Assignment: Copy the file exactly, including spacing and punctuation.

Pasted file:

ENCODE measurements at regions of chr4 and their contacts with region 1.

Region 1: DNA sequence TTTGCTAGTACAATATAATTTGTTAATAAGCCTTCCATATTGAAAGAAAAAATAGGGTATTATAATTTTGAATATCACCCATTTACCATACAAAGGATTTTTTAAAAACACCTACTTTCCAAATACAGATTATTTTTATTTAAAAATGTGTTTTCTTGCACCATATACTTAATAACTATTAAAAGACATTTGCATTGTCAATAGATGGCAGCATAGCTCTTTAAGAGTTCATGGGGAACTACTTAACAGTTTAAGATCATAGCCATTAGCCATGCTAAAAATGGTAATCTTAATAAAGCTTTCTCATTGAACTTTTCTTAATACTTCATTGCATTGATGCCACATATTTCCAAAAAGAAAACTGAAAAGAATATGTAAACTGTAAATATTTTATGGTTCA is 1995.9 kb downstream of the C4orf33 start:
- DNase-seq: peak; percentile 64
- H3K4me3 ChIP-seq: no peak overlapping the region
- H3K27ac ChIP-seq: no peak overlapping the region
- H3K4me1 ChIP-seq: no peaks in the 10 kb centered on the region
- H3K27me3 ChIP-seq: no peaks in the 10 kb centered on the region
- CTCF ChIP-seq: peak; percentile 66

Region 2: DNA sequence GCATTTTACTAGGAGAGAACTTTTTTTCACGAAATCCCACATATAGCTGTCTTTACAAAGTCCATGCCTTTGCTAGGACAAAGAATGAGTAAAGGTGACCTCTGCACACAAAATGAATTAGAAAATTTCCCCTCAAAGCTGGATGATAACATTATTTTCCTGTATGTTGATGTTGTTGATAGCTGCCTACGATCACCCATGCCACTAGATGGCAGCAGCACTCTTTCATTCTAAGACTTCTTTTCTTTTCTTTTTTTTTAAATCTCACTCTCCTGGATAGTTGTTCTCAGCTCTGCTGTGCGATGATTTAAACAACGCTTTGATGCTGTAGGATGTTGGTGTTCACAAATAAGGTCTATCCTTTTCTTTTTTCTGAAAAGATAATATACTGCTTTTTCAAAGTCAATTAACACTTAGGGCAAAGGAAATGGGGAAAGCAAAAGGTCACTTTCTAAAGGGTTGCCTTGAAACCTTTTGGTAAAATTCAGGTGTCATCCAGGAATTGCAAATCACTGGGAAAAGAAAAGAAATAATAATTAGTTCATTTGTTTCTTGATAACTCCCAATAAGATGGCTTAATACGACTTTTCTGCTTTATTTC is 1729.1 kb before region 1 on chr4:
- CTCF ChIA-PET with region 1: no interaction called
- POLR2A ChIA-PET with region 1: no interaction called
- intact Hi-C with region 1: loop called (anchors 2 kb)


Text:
ENCODE measurements at regions of chr4 and their contacts with region 1.

Region 1: DNA sequence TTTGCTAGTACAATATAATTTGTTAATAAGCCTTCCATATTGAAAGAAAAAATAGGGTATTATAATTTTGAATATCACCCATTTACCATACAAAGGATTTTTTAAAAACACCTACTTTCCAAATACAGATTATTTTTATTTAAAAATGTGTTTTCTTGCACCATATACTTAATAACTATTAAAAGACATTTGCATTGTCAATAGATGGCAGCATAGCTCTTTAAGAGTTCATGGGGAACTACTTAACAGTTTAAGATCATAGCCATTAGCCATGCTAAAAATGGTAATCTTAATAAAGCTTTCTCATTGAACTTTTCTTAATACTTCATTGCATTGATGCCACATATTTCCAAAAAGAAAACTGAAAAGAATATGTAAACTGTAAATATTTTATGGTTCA is 1995.9 kb downstream of the C4orf33 start:
- DNase-seq: peak; percentile 64
- H3K4me3 ChIP-seq: no peak overlapping the region
- H3K27ac ChIP-seq: no peak overlapping the region
- H3K4me1 ChIP-seq: no peaks in the 10 kb centered on the region
- H3K27me3 ChIP-seq: no peaks in the 10 kb centered on the region
- CTCF ChIP-seq: peak; percentile 66

Region 2: DNA sequence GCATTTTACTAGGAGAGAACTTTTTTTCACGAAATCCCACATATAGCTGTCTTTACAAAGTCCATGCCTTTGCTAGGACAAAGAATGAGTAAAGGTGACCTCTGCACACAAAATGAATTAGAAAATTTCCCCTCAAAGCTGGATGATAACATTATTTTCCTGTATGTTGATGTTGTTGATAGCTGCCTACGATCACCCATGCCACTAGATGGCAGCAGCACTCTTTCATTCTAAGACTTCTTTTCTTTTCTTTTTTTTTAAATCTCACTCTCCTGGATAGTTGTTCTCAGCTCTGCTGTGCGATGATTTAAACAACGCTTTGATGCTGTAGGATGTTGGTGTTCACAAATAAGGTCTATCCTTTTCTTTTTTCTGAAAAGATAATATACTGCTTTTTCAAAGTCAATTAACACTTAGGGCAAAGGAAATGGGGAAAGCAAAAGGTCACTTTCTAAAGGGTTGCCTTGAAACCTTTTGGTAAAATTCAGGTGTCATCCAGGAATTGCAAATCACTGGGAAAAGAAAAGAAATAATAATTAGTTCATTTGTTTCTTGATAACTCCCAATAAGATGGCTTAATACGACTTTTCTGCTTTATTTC is 1729.1 kb before region 1 on chr4:
- CTCF ChIA-PET with region 1: no interaction called
- POLR2A ChIA-PET with region 1: no interaction called
- intact Hi-C with region 1: loop called (anchors 2 kb)